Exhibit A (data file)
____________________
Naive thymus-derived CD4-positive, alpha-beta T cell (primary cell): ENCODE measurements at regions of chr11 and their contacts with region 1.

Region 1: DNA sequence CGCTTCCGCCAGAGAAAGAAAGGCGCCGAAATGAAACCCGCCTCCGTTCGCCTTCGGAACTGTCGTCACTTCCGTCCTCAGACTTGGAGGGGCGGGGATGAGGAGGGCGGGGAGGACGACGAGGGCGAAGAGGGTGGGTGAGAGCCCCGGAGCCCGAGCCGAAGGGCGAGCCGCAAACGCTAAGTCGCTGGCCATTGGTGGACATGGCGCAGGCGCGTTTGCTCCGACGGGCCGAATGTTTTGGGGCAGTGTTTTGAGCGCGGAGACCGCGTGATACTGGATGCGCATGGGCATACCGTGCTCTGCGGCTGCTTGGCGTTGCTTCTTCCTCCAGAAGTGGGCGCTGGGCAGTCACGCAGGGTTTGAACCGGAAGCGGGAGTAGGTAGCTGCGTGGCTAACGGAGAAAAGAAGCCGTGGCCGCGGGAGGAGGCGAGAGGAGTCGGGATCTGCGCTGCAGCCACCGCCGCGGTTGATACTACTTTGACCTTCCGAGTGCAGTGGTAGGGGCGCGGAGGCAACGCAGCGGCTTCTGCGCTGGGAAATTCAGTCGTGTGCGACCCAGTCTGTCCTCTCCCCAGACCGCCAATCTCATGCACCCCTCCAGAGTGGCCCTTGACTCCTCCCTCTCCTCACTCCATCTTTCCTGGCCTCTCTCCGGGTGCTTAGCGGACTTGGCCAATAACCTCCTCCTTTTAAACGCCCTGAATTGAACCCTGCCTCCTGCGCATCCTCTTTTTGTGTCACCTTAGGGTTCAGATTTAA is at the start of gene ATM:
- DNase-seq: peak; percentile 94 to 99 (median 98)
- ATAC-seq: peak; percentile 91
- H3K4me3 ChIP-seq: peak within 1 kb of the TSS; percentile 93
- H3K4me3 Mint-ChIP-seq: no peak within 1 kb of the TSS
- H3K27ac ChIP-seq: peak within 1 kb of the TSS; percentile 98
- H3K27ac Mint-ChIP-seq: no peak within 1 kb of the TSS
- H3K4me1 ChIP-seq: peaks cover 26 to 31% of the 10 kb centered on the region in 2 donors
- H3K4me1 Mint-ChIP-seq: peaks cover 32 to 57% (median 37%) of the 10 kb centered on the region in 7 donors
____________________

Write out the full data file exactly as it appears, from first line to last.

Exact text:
Naive thymus-derived CD4-positive, alpha-beta T cell (primary cell): ENCODE measurements at regions of chr11 and their contacts with region 1.

Region 1: DNA sequence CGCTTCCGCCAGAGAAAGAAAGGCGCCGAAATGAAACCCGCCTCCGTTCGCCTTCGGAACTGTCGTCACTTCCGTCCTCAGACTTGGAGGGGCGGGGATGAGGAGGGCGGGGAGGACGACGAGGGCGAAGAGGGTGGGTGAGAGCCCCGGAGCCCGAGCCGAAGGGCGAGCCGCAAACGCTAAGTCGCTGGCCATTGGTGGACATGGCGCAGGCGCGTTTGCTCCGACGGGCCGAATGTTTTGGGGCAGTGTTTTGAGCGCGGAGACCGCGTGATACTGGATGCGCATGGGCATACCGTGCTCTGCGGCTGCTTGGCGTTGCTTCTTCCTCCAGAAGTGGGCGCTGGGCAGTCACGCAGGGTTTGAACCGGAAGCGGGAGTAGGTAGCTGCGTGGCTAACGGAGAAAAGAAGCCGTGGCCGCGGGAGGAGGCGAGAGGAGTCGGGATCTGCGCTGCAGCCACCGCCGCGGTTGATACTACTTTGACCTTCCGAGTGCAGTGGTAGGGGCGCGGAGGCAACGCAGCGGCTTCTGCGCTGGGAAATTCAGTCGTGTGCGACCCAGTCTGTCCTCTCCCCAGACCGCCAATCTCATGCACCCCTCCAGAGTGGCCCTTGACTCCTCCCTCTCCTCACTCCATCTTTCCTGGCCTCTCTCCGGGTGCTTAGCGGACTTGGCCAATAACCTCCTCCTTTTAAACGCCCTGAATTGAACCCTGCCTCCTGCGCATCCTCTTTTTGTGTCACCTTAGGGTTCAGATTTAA is at the start of gene ATM:
- DNase-seq: peak; percentile 94 to 99 (median 98)
- ATAC-seq: peak; percentile 91
- H3K4me3 ChIP-seq: peak within 1 kb of the TSS; percentile 93
- H3K4me3 Mint-ChIP-seq: no peak within 1 kb of the TSS
- H3K27ac ChIP-seq: peak within 1 kb of the TSS; percentile 98
- H3K27ac Mint-ChIP-seq: no peak within 1 kb of the TSS
- H3K4me1 ChIP-seq: peaks cover 26 to 31% of the 10 kb centered on the region in 2 donors
- H3K4me1 Mint-ChIP-seq: peaks cover 32 to 57% (median 37%) of the 10 kb centered on the region in 7 donors